National delegations, in addition to interest groups, are pushing water higher on the climate agenda.
By Brett Walton
Circle of Blue
As the 16th meeting of the parties to the United Nations Framework Convention on Climate Change enters its second week in Cancun, Mexico, some advocates feel that water is getting more attention–though perhaps not yet from negotiators–than it did last year.
When, in 2009, all references to water were removed from the negotiating text in meetings that led up to the UN climate conference in Copenhagen, water advocates were dismayed.
They argued, in what has now become an organizing mantra, that the effects of global warming on human life and the environment will be felt through changes in the hydrological cycle. Decreasing snowpack and melting glaciers will wreak havoc on local water supplies; more intense periods of rainfall and drought will bring floods and scorched earth.
Any treaty not mentioning water, especially in the key area of adaptation, would be deficient.
But, this year, national delegations have issued statements on the importance of water in the negotiating texts. The ball began rolling on the eve of the negotiations when the foreign ministers of the Green Group of six countries issued a statement, highlighting the water-climate link and identifying water as “a crucial element of any climate change action.”
The group–including Cape Verde, Costa Rice, Iceland, Singapore, Slovenia and the United Arab Emirates–encouraged greater emphasis on water management in climate adaptation.
“This kind of focus on water was not in Copenhagen,” said Letitia Obeng, chair of the Global Water Partnership, in an interview with Circle of Blue.
On December 1, the National Water Commission of Mexico (CONAGUA, in its Spanish acronym) kicked off discussions about financing, management, and adaptation for water. The series of dialogues, which had drawn roughly 400 people, will culminate on December 8 with a high-level meeting, featuring water experts and executives from international financial organizations, as well as Mexico’s president, Felipe Calderon.
Additionally, some nations are looking to move water into the heart of the UN’s climate apparatus. At a meeting of the UNFCCC’s scientific and technical advisory body, a group of six countries–led by Ecuador and Sudan–submitted a proposal to put water on the body’s agenda. Anders Berntell, director of the Stockholm International Water Institute, told Circle of Blue it was “a breakthrough.”
Assisting in drafting the proposal was the Water and Climate Coalition, a water lobby comprising non-governmental organizations and research institutes that has taken the lead in the water-climate debate.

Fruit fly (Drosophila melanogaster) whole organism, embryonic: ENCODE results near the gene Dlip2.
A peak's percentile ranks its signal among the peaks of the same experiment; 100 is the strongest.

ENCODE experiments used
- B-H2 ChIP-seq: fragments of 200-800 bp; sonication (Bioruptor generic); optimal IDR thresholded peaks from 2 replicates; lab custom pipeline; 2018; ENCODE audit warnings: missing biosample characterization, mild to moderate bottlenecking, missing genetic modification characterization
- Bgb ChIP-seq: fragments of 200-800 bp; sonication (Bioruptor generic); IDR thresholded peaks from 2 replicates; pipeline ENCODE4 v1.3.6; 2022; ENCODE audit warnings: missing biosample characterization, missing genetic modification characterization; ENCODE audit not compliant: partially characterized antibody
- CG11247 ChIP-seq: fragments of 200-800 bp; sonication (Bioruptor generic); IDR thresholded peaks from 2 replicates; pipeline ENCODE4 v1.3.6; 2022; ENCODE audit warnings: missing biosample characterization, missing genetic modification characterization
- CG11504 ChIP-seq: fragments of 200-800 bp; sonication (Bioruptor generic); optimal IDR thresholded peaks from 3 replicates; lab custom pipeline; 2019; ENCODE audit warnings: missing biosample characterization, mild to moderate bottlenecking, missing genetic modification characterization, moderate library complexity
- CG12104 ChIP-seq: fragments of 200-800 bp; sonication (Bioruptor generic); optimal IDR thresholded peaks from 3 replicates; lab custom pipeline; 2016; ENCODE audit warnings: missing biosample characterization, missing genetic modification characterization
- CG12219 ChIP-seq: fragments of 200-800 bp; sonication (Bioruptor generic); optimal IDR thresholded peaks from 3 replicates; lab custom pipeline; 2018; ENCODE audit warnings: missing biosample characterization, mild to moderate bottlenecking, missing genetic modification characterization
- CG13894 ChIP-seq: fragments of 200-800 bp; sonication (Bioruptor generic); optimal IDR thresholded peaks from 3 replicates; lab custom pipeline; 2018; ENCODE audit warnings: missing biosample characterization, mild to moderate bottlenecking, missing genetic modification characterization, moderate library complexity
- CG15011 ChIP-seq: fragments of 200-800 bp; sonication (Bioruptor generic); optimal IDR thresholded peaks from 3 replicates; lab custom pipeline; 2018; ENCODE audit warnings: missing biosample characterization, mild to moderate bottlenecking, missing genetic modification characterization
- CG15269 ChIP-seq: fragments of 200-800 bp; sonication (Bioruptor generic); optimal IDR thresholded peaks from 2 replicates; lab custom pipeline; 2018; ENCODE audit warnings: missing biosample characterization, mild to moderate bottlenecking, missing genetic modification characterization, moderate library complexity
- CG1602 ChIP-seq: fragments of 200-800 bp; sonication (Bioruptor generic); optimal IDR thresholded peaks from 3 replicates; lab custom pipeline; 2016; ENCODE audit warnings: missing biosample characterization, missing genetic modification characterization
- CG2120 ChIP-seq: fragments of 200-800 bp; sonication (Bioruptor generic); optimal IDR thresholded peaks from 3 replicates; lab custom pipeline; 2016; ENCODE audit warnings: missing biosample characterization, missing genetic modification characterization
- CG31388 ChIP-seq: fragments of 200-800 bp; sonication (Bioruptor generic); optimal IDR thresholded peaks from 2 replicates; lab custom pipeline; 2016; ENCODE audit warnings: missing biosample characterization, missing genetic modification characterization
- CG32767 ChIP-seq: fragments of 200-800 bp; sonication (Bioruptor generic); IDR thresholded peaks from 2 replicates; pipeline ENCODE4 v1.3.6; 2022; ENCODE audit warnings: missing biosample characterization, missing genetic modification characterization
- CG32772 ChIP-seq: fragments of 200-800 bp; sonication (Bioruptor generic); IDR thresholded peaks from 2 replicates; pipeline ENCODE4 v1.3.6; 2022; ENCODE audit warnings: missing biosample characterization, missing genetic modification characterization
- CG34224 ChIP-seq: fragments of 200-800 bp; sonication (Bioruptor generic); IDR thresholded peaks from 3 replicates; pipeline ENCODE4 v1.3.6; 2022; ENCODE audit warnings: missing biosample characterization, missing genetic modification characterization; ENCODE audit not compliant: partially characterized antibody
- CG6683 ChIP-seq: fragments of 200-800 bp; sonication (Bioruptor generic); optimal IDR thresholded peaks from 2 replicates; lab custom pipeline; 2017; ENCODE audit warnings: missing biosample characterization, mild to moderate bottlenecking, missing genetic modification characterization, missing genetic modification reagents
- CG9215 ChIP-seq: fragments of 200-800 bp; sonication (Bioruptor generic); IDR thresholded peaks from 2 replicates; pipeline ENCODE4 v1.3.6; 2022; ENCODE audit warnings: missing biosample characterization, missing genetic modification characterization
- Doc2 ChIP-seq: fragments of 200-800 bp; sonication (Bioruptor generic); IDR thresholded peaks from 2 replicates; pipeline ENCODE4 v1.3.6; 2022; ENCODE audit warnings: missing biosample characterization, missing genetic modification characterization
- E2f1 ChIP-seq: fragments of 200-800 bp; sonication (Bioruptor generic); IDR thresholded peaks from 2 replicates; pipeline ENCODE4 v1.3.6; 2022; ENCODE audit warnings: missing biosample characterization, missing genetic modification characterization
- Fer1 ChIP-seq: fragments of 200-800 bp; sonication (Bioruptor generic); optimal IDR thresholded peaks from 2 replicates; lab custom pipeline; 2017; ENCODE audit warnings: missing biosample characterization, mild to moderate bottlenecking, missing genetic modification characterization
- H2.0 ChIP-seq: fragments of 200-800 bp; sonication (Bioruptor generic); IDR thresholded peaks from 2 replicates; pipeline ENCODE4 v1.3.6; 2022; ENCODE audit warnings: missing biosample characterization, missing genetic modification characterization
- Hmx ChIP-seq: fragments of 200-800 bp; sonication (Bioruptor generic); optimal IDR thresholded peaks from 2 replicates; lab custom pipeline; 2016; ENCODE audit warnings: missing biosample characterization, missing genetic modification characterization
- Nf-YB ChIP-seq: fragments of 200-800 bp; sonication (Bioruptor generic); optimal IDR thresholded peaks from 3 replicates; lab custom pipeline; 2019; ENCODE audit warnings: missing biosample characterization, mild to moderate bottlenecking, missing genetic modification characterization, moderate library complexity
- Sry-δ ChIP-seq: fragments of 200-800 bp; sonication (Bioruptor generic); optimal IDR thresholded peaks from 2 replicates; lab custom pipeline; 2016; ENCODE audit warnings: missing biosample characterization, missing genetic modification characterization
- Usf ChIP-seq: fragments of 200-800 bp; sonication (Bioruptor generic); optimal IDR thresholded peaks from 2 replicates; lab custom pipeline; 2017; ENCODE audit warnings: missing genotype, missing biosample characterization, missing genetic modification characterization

The Water and Climate Coalition’s goals are threefold:
- Establish a work program on water under the authority of the UN climate treaty’s scientific and technical advisory body. This work program would coordinate between the various bodies working on water and climate and would provide guidance on policy, financing, and implementation.
- Recognize the importance of water in the negotiating text for adaptation to climate change.
- Ensure that financing for water adaptation includes resources for improved water management and that financing be managed by the UN instead of the World Bank, which is dominated by rich countries.
Even though water is moving away from the periphery, that does not mean it will end up in the center.
Berntell said there is much enthusiasm for the water-related side events, but advocates are “still struggling to get water into the more formal negotiations of the convention.”
Obeng, who is in Cancun to take part in the CONAGUA dialogues, doubted that the essential participants–the negotiators–are quite as focused.
The most far-sighted thing to do, Obeng said, would be to mark a portion of the proposed financial transfers–US$30 billion in the next three years and US$100 billion annually by 2020–for water management and adaptation. “I don’t think that is going to happen,” she told Circle of Blue, “but that would be a very strategic way to help the world’s poorer countries begin to build the resilience they need.”
Any treaty, though, will have to address how those countries will cope with the altered environmental baseline, be it through agriculture, forestry or new energy sources. That, Berntell said, is where water will undoubtedly enter into the discussion, preferably via the proposed water work program, which would coordinate between sectors now somewhat isolated.
“The bottom line,” Obeng reiterated, “is that effective adaptation [to climate change] is only going to happen if we change the way in which we manage and use our water.”
Read more about water and climate on Circle of Blue.
Brett writes about agriculture, energy, infrastructure, and the politics and economics of water in the United States. He also writes the Federal Water Tap, Circle of Blue’s weekly digest of U.S. government water news. He is the winner of two Society of Environmental Journalists reporting awards, one of the top honors in American environmental journalism: first place for explanatory reporting for a series on septic system pollution in the United States(2016) and third place for beat reporting in a small market (2014). Brett lives in Seattle, where he hikes the mountains and bakes pies. Contact Brett Walton